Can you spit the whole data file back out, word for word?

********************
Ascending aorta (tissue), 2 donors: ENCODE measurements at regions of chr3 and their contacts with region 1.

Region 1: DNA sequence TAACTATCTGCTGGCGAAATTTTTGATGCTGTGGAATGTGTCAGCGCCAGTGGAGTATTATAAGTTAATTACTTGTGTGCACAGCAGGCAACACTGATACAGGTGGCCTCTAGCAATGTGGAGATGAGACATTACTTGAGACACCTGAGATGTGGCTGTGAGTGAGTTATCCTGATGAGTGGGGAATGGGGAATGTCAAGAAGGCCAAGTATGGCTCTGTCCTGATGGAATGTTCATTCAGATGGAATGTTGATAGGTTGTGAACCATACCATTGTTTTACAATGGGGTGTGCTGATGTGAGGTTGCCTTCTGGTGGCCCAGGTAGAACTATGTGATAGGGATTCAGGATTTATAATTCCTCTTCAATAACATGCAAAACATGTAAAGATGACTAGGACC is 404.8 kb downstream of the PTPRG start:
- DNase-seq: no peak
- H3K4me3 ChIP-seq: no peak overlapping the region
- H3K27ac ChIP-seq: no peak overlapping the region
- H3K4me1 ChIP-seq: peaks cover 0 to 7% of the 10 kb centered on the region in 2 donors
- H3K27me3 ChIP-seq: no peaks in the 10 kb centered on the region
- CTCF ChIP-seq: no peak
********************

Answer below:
Ascending aorta (tissue), 2 donors: ENCODE measurements at regions of chr3 and their contacts with region 1.

Region 1: DNA sequence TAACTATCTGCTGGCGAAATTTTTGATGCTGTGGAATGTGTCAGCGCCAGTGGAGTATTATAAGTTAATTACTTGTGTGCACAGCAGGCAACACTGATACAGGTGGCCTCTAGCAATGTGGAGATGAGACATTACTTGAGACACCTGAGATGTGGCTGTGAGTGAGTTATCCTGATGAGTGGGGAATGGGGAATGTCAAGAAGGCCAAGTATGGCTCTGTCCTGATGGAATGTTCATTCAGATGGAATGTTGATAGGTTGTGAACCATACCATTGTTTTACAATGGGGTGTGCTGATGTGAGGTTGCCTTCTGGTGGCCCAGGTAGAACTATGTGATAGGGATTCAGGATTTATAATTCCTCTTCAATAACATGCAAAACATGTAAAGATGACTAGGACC is 404.8 kb downstream of the PTPRG start:
- DNase-seq: no peak
- H3K4me3 ChIP-seq: no peak overlapping the region
- H3K27ac ChIP-seq: no peak overlapping the region
- H3K4me1 ChIP-seq: peaks cover 0 to 7% of the 10 kb centered on the region in 2 donors
- H3K27me3 ChIP-seq: no peaks in the 10 kb centered on the region
- CTCF ChIP-seq: no peak